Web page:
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Soon she was earning a fortune, leading a jetset lifestyle, dating a string of the world's most high-profile men and meeting, and campaigning for, Nelson Mandela. So why did I feel such despair at her comment this week that at 38 she could not retire from modelling because if she leaves the catwalk who will young black women look up to? For instead of inspiring and empowering Britain's black women, Naomi has brought shame upon us.After all, today Naomi is every bit as gorgeous, on the outside, as she was 20 years ago. Instead of being an ambassador for us she has become a stumbling block in our quest for equality.As a young black woman myself, then pregnant with my daughter, I felt a rush of excitement.Naomi was lovely, a true ambassador for Britain's growing black female population.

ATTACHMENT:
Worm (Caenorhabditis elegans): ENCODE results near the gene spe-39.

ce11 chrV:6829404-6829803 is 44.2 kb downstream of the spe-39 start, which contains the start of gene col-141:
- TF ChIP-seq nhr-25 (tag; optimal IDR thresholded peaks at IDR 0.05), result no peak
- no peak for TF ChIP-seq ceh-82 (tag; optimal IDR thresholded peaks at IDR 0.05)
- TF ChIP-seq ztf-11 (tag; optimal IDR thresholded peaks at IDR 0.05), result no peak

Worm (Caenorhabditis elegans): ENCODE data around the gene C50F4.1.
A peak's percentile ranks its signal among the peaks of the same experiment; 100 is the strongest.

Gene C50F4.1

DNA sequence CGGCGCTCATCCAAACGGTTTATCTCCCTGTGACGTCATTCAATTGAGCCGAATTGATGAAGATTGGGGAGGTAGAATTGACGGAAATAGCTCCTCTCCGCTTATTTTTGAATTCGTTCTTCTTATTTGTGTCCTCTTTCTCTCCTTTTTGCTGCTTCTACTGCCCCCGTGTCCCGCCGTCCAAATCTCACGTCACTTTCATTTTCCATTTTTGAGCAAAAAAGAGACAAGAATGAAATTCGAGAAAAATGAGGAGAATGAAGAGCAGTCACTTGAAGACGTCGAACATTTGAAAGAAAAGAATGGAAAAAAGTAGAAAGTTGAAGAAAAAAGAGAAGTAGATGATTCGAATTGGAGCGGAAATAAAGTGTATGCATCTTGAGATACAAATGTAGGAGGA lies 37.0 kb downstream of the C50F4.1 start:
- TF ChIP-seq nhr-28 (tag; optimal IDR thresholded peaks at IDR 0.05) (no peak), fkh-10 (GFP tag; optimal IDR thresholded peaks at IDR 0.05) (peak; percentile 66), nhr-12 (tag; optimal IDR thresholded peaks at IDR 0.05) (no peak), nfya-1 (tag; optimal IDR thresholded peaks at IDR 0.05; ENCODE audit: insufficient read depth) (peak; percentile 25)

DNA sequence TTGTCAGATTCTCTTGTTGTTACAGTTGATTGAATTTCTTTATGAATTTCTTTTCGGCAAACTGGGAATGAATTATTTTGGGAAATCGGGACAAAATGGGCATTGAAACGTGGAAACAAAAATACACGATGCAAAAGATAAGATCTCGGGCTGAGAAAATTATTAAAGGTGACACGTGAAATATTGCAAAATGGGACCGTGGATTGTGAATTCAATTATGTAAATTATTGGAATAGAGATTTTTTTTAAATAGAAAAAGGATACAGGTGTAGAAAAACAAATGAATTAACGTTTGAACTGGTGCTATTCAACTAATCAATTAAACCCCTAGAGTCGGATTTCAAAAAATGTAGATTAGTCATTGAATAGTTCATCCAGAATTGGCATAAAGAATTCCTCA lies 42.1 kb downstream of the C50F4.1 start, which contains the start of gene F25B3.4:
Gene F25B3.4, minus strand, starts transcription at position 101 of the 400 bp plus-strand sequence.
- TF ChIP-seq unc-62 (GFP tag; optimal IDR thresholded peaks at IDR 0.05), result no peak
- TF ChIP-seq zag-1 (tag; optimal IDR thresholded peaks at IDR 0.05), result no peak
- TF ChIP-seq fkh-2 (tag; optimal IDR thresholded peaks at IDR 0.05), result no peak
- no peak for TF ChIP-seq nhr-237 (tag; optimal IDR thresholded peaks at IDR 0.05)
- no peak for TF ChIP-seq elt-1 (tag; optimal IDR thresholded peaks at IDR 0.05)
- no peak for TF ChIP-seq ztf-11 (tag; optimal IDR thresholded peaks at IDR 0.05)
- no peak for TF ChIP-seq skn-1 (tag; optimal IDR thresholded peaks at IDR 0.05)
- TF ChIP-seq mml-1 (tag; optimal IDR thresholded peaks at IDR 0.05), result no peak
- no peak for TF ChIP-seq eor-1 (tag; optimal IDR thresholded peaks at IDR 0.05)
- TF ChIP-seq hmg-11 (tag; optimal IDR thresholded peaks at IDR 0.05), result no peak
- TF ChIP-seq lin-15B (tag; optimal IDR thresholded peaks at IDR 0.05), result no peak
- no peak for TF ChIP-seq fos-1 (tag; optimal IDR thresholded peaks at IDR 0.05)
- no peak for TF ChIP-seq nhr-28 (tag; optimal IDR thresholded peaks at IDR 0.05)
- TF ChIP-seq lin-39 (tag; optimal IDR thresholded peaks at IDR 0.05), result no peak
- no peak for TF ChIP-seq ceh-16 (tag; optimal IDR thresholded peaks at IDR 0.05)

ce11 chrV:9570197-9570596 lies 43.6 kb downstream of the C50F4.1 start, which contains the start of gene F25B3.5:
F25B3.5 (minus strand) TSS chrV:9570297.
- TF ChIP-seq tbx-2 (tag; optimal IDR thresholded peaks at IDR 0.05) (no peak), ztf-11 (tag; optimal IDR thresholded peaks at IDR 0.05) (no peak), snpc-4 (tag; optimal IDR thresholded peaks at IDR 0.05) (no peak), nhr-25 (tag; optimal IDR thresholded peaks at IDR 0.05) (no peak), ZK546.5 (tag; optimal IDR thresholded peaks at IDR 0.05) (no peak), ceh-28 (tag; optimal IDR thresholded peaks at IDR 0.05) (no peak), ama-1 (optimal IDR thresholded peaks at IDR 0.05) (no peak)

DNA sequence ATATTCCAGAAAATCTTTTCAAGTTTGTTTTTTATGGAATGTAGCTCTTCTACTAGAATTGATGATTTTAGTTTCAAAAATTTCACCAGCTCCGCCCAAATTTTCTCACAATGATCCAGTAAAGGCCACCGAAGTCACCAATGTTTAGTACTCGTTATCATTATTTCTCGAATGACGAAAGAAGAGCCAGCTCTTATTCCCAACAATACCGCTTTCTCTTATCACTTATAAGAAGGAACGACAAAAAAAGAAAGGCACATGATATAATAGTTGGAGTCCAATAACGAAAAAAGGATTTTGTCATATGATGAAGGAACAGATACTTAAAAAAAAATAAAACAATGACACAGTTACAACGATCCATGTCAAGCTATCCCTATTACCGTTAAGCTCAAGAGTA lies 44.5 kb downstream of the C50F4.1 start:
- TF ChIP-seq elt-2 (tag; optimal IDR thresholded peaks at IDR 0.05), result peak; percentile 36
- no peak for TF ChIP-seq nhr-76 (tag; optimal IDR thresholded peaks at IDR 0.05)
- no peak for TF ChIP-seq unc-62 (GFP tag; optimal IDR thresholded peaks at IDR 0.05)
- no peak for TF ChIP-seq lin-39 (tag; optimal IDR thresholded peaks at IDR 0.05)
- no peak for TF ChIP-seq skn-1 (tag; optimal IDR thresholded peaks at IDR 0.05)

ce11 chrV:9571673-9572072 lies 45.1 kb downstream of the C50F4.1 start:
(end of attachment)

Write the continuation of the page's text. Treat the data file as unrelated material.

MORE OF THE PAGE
Boys were encouraged to study for longer and to tackle more academic subjects, while girls were often pushed out to secretarial colleges.
In the public imagination, it was a decade of unbroken sunshine and sparkling blue skies, the headlines full of chart-topping pop stars and world-conquering footballers, a world of Minis and miniskirts, endless possibilities and thrilling pleasures.
Even now, half a century later, we still live in the Sixties’ shadow.
I'm a novelist and know from my own experience of raising two children in the inner city how difficult it is to overcome the barriers of race and poverty.
So when Naomi made that breakthrough, a mood of excitement ran through my community in Manchester and countless others across Britain.